Degree Name

Doctor of Philosophy


Department of Engineering Physics - Faculty of Informatics


I present a detailed study of two Magellanic Irregular galaxies, NGC 4214 and NGC 1156. With relatively high star formation rates and plenty of neutral gas, they are interesting laboratories in which to study the organisational processes that lead to star formation. These galaxies have masses in the ransition region between dwarf irregular and spiral galaxies, and are close analogues of the Large Magellanic Cloud, so it is of interest make detailed observations for later comparative studies. The neutral Hydrogen observations are the highest angular resolution available to date for these galaxies (~ 800 FWHM), with fine velocity resolution (1.3 km.s‾¹). These show remarkable structure in both objects, including large holes and small clouds of gas (~ 107 Mסּ) with moderate velocity offsets from the general rotation. An large, incompletely evacuated hole (2.2 kpc diameter) dominates the western half of NGC 1156. Its origin is unclear. The velocity fields of both galaxies show most of the disk is rotating smoothly, but near the centre appear to have significant noncircular motions, probably induced by a stellar bar. Échelle spectroscopy at Hα shows the HII regions are following the same orbits as the neutral gas. The galaxies' optical structure and stellar populations are characterised through multicolour imaging, Hα emission-line imaging and densely-spaced longslit spectra. NGC 4214 exhibits two exponential components in its surface brightness profile, while NGC 1156 is consistent with a single exponential. In both objects the major axis of the bright bar lies along quite a dfferent position angle to the kinematic major axis. Colour maps reveal varied populations in the bright bars of both galaxies, and the outer disk of NGC 4214. I make detailed comparisons of the galaxies' colour-colour distribution with stellar population models, and employ absorption-line indices from the longslit spectra as cross-checks in a few locations. Taken together the data suggest that over a large fraction of the galaxies there is a young population some tens of Myr old that contributes a few percent of the total stellar mass, though the particular combination of mass fraction and age cannot be uniquely determined. Neither galaxy exhibits strong O/H abundance variations within the bright bar region. Both galaxies are consistent with a model in which a minimum HI surface density (10²¹‾²)is a necessary criterion for star formation. In NGC 1156 the radial distribution of star-forming regions is well predicted by the disk instability criterion discussed by Kennicutt (1989), while the criterion is less successful in NGC 4214. In a systematic survey of NGC 4214 I identifed 13 holes likely to be expanding or burst shells, roughly in accord with the number expected given the linear resolution and the HII-region population. In a majority of the holes, a star cluster capable of powering the expansion is visible within the hole boundary. However the holes are so young and that I expected all would contain a detectable cluster. In a few regions new star formation appears to have occurred in the walls of the identified holes, but the total number of HII regions near HI holes is consistent with that expected by chance.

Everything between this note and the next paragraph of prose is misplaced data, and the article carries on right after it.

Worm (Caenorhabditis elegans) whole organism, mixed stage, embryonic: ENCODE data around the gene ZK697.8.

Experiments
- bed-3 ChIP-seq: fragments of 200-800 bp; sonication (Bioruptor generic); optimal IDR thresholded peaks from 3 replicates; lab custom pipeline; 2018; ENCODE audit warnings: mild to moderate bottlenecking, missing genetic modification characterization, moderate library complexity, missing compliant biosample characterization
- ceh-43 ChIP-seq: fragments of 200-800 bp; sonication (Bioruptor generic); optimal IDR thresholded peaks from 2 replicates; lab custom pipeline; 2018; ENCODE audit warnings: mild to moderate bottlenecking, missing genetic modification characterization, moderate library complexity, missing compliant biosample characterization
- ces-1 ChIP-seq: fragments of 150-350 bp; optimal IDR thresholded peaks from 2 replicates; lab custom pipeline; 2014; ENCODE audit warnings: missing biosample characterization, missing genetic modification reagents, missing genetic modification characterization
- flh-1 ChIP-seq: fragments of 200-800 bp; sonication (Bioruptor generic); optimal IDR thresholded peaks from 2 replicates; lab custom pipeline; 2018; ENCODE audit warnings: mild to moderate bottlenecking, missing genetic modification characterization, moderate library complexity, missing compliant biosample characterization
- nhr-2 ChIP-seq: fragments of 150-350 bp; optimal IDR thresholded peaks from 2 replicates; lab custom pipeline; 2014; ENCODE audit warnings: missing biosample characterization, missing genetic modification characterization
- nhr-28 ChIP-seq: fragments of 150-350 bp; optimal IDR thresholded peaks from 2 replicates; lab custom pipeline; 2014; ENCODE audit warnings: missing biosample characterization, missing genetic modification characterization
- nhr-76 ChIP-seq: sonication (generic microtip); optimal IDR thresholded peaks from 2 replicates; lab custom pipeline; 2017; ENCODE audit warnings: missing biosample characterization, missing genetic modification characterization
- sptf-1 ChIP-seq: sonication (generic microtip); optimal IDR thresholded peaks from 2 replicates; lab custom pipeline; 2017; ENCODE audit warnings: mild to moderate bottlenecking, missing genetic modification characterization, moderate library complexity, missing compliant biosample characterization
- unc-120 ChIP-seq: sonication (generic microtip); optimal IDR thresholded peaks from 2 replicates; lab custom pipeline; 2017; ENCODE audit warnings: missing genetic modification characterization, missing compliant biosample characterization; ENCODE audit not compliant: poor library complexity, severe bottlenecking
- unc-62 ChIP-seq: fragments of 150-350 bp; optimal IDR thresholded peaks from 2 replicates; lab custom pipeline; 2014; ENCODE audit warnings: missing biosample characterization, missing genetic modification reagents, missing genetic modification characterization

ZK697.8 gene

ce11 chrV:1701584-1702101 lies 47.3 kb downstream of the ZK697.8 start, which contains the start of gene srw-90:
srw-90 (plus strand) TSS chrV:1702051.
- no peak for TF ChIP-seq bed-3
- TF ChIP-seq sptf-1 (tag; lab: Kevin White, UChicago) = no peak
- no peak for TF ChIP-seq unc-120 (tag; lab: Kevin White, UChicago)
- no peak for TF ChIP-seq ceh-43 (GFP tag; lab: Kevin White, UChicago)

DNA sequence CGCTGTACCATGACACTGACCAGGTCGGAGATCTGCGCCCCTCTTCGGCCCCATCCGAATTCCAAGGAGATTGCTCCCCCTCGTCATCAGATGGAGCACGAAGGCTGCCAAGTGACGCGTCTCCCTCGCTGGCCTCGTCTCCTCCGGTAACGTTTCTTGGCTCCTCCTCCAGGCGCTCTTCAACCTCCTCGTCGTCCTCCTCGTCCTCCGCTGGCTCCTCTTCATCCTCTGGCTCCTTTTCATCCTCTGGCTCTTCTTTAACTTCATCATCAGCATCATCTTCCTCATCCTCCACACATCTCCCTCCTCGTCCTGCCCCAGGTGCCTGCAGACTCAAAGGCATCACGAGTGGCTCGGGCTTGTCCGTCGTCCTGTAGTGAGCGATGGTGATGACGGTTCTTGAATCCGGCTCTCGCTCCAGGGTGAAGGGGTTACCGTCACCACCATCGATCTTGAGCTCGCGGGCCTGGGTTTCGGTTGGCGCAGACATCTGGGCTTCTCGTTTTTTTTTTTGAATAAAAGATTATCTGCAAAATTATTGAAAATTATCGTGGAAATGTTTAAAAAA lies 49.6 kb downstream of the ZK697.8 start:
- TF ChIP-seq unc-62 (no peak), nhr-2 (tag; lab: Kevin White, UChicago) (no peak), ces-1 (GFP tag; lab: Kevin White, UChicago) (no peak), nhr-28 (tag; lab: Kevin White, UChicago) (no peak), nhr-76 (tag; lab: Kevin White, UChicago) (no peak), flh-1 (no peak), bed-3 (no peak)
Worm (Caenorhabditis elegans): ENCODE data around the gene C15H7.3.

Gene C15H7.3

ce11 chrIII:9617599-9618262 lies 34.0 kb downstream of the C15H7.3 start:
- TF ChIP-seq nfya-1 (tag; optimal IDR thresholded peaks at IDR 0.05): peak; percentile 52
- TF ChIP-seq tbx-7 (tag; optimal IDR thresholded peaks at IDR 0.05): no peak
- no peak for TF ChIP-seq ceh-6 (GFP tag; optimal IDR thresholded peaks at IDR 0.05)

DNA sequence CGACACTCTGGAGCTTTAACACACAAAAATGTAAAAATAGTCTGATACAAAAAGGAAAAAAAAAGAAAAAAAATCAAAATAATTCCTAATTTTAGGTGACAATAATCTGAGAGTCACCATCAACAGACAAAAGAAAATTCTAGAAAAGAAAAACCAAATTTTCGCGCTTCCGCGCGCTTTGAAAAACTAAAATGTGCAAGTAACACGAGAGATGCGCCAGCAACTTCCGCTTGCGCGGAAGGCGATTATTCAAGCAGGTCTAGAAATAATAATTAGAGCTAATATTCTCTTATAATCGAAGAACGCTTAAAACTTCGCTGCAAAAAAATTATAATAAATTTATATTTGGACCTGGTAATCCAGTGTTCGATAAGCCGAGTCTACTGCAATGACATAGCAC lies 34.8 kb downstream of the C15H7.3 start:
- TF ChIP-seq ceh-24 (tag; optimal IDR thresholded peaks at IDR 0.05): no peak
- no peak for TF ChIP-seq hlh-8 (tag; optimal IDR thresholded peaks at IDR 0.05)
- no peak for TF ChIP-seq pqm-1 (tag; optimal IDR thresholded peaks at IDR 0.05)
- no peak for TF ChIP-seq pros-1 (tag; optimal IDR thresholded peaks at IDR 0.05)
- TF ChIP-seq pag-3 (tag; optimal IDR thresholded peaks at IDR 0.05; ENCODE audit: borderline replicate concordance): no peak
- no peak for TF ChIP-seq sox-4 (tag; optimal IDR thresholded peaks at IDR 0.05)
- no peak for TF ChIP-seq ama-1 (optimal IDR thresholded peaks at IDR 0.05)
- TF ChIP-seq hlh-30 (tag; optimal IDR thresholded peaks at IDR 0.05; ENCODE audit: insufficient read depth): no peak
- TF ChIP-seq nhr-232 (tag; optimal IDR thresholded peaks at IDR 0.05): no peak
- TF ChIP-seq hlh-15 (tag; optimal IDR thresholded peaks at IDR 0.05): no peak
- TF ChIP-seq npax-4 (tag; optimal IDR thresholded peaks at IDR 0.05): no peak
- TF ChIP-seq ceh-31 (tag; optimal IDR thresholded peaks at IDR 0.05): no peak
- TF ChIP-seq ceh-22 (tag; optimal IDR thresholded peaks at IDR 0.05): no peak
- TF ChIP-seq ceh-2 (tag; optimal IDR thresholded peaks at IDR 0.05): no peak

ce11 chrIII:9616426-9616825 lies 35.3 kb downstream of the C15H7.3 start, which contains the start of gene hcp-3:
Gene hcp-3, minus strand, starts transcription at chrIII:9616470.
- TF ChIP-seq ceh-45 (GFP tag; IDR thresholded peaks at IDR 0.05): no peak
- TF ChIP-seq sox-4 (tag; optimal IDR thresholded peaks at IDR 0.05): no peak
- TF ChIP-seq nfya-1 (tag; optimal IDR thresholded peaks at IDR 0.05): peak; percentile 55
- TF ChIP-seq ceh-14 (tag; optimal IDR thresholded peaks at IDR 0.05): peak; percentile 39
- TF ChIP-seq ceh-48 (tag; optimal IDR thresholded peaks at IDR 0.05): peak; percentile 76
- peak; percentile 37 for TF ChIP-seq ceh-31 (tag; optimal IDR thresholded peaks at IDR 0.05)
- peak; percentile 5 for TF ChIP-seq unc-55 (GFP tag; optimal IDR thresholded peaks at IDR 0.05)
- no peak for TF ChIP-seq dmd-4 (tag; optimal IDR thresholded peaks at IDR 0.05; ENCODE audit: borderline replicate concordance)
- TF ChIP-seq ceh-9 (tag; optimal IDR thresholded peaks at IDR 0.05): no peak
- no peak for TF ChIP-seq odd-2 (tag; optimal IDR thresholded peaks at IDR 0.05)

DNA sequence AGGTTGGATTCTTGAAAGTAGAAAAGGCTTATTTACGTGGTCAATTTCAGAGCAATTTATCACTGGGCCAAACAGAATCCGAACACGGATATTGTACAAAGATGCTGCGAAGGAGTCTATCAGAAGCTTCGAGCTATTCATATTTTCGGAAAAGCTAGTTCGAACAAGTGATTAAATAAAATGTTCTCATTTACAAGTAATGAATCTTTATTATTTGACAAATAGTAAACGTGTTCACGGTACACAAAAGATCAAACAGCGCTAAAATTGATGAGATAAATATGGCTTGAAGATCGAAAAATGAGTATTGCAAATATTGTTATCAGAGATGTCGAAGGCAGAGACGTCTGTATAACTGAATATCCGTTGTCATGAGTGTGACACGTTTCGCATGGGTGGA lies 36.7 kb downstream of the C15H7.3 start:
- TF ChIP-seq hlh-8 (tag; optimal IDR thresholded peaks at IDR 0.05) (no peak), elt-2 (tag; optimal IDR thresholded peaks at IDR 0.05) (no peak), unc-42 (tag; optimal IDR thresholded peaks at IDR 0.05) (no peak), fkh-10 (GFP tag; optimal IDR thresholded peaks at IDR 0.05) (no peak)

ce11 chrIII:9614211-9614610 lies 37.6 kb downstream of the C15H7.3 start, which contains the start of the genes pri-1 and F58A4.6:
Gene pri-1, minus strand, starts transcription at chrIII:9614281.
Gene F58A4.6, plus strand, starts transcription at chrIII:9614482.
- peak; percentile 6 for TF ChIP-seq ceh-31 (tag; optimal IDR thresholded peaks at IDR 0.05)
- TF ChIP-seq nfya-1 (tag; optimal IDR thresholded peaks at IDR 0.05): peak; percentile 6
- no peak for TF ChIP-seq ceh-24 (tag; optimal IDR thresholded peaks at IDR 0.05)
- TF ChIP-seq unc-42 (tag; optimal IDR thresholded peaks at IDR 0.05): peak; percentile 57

Unless otherwise indicated, the views expressed in this thesis are those of the author and do not necessarily represent the views of the University of Wollongong.